Alright, then it was over to the Rep one last time for "Midnight Clear". A few things I didn't know about this movie when I scheduled it: Stephen Baldwin's in it--cool! Director Dallas Jenkin's father Jerry B. Jenkins is the best-selling author of the "Left Behind" series of novels (I haven't read them, but my understanding is they're Christian novels about people--many of whom thought they were good Christians--who are left on earth after the rapture). I also didn't know that Stephen Baldwin had become a born-again Christian about 5 years ago. So it kind of surprised me when a movie that was very dark ended up having a positive, uplifting Christian message. Now, I've written before about how I'm not religious. In fact, I've written about being an atheist. But that doesn't keep me from enjoying a good story that happens to promote religious values. "Midnight Clear" is a very well made, well acted, and especially well written movie of intersecting stories (a la "Crash") about several desperate people on Christmas Eve. Stephen plays the lynchpin, Lefty (so named not because he's left-handed, but because he was so poor growing up that he had to borrow his big brother's left-handed baseball mitt). Lefty just got laid off at work for being drunk, got evicted from his apartment, and is in a legal fight with his ex-wife for visitation rights with his children. Nothing is going right for him. Meanwhile there's an old woman pretending to be preparing for a big Christmas dinner with a family who isn't coming to visit. There's a woman and her son visiting her brain damaged husband in the hospital. He used to be the church's youth group pastor, and the new pastor (who was in the car when he had the accident resulting in brain damage, but walked away okay) is having trouble motivating the youths the way he used to. And finally, there's an out-of-the-way gas station where the attendant, who once had dreams of making the gas station a huge success, still toils through a boring day with no customers. Things all come together, and without giving anything away, up until the last 10 minutes it could have a big downer indie-movie ending. But instead it has a positive Christian message. And without converting myself, I can still find it uplifting to see desperate people find solace in going to church on Christmas eve. Here's a picture of stars Kirk B. R. Woller, Stephen Baldwin, and Dallas Jenkins.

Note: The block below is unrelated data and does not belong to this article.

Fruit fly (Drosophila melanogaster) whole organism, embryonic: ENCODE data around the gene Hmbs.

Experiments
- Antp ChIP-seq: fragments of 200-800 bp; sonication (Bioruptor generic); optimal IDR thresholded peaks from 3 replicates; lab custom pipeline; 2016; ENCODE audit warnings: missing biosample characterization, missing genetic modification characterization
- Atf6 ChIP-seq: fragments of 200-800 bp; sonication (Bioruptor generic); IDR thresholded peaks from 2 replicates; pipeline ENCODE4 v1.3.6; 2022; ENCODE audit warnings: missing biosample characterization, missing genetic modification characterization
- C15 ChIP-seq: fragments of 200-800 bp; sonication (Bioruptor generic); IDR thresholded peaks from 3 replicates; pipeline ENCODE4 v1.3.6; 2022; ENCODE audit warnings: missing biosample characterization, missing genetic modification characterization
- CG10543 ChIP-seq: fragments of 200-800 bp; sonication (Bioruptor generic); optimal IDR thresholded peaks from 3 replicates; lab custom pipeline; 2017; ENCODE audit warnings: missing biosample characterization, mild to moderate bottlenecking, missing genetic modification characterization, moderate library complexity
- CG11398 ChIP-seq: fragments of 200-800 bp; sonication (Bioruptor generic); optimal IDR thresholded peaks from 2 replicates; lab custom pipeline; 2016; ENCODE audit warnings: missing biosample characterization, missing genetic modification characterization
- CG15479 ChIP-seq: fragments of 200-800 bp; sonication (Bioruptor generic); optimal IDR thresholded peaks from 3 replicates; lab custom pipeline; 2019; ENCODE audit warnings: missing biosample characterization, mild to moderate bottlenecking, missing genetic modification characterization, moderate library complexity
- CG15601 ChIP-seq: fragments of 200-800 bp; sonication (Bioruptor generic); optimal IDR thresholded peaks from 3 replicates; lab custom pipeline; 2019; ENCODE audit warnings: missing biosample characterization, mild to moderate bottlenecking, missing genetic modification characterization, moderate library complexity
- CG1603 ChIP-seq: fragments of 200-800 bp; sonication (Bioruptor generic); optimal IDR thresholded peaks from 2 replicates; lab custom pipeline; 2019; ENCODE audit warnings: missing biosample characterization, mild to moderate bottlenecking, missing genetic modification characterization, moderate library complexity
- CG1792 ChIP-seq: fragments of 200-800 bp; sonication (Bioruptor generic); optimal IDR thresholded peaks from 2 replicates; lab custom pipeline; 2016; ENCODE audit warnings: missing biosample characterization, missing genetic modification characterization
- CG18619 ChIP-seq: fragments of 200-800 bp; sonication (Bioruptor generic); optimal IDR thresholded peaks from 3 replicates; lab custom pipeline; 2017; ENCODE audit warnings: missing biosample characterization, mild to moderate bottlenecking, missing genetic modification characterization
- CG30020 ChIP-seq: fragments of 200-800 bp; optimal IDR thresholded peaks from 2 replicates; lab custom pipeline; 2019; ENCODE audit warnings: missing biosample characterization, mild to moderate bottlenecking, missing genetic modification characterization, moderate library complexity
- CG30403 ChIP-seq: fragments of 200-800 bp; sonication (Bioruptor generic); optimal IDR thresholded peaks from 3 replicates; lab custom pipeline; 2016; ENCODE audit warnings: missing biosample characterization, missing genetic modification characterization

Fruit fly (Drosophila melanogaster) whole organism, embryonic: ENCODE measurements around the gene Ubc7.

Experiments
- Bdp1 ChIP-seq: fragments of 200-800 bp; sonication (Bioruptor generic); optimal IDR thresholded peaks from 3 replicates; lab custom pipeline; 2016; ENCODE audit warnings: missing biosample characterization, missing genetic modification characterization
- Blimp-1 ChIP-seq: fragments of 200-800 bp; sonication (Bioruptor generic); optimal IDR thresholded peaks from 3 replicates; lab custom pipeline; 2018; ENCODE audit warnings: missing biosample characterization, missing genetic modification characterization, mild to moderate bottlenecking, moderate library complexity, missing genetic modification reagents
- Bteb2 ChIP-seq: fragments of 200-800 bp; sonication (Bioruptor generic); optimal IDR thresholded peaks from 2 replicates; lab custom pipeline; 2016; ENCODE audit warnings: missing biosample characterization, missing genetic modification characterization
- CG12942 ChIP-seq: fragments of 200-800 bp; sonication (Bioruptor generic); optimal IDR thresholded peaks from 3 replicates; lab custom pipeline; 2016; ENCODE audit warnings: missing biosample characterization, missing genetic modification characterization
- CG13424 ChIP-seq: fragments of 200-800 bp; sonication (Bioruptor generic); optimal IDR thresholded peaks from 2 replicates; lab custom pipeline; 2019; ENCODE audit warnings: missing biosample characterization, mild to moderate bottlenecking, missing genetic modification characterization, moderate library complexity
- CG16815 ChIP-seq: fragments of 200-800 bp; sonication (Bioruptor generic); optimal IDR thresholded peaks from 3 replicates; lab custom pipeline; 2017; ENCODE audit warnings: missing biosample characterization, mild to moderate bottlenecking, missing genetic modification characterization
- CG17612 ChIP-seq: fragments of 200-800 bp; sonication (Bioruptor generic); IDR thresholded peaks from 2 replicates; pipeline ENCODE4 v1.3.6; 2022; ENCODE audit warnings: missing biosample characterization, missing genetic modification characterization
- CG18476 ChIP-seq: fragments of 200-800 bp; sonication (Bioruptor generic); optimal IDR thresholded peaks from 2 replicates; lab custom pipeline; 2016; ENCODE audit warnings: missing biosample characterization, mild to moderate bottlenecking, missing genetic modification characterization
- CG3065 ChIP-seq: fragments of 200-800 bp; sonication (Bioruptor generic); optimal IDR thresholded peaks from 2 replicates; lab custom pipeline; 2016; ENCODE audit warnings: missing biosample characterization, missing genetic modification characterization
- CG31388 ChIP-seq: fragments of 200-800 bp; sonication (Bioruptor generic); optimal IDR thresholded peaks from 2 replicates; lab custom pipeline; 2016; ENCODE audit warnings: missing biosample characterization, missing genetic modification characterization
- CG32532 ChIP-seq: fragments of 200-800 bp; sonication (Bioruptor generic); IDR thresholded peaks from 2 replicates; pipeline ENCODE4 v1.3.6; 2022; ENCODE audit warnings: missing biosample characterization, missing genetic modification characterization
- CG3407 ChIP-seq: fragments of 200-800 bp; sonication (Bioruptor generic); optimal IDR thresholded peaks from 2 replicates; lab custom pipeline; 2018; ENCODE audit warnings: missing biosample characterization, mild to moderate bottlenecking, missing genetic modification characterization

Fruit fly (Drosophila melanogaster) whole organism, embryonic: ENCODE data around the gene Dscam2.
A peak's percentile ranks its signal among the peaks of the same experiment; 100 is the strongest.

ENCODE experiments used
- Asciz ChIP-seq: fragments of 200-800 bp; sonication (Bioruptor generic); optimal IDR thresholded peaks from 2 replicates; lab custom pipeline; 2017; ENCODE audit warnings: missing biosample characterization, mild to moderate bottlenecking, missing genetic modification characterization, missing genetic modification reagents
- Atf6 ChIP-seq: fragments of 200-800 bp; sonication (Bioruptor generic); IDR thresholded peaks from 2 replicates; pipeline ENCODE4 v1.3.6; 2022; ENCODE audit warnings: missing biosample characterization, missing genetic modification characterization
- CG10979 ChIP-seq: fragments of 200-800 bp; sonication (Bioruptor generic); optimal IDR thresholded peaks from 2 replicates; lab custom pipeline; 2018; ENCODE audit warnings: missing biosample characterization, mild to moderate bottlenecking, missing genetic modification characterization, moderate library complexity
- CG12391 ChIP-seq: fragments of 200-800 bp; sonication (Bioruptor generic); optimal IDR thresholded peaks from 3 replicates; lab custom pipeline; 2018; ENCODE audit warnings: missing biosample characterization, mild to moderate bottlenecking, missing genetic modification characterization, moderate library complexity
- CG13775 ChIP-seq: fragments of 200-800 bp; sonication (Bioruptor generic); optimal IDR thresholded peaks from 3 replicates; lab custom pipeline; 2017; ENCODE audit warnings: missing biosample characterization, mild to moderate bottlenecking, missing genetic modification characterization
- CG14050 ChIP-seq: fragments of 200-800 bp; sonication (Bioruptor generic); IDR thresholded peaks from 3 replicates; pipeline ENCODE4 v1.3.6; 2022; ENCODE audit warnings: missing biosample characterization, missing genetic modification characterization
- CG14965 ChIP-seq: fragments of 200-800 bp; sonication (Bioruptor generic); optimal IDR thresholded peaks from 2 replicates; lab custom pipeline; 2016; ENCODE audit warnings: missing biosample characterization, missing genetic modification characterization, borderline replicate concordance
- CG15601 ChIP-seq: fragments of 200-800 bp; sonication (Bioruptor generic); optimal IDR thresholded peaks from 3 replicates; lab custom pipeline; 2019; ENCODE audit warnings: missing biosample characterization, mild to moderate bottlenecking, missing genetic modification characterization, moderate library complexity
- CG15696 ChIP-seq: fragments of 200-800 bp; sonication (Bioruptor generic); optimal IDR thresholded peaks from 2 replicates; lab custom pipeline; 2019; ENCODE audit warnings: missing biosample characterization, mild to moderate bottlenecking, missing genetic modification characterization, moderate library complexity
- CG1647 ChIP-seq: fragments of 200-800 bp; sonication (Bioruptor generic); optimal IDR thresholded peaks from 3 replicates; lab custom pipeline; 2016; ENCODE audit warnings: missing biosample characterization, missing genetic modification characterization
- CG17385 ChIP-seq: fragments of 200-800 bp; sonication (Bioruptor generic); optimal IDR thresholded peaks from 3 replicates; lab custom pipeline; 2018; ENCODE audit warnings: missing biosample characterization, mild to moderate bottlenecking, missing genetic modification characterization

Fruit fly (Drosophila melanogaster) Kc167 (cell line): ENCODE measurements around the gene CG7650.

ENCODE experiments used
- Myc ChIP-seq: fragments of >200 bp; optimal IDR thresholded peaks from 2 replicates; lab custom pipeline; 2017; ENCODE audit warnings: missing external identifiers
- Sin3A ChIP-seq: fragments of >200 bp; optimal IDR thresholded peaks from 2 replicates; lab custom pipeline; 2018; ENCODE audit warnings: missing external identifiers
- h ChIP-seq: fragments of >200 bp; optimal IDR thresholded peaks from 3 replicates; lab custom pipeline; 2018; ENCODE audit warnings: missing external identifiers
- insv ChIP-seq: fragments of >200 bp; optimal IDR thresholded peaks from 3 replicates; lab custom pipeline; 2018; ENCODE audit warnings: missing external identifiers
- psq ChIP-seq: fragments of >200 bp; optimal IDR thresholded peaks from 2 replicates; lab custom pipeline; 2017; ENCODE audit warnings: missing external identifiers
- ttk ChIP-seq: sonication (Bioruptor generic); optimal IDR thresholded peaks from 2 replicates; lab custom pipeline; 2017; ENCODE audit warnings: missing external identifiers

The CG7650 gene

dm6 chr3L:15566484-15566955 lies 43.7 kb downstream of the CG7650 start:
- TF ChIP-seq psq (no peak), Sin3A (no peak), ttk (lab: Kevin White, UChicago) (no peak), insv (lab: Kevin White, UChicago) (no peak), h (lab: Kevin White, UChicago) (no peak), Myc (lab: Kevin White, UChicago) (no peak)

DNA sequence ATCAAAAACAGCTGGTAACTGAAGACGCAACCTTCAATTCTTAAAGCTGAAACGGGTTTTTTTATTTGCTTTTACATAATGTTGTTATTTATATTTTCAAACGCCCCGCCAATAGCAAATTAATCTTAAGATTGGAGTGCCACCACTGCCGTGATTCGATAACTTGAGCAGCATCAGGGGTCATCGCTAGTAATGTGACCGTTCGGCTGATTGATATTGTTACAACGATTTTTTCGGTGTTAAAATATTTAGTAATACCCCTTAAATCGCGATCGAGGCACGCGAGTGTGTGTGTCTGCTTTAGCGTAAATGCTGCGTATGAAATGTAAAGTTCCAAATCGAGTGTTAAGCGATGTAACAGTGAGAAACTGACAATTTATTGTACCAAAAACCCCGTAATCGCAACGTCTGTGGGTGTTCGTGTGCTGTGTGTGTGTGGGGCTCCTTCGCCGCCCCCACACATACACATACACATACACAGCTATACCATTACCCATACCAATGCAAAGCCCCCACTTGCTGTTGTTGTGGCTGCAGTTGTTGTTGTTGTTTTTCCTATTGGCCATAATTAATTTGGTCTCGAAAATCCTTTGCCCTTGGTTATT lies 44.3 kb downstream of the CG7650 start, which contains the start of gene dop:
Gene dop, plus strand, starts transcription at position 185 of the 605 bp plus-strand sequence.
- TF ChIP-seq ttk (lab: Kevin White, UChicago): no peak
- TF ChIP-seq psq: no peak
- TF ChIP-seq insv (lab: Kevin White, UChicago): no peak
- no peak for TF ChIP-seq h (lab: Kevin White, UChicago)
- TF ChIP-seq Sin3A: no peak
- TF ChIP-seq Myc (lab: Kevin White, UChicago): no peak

Okay, then I took a chance on a movie that sounded pretty weird and somewhat experimental, and turned out to be pretty funny, "Celluloid #1". It's a pretty wicked parody of filmmaking, specifically egocentric arthouse auteurs. Clayton Beaubien used to be the darling of the underground cinema scene, but he's now reduced to rumormongering on a Hollywood gossip show. He's attempting a comeback with an interview piece about empty Hollywood glamour starring Caprice Geoffrey, the equally egocentric star of the hit "White Bitch" (who, to quote the movie, has "got it goin' on"). In his way is her manager, Cyndi, who tries to protect her image. Shot in artistic/pretentious black and white (until they run out of B&W stock and switch to color, right when Caprice is praising the decision to use B&W), the whole thing runs like a parody of arthouse films, and a parody of "making of" documentaries. It took me a little while to get what was happening (I assume I did--it's a parody, right?), but then I was totally grooving on it. Here's a pic of director Steve Staso, star Julie Atlas Muz (who showed everyone how much she had going on in a burlesque show out in front of the theater the night before and an even burlesque-ier show at the after party), and writer Keith Bunker (whose birthday was that day, so happy birthday Keith!):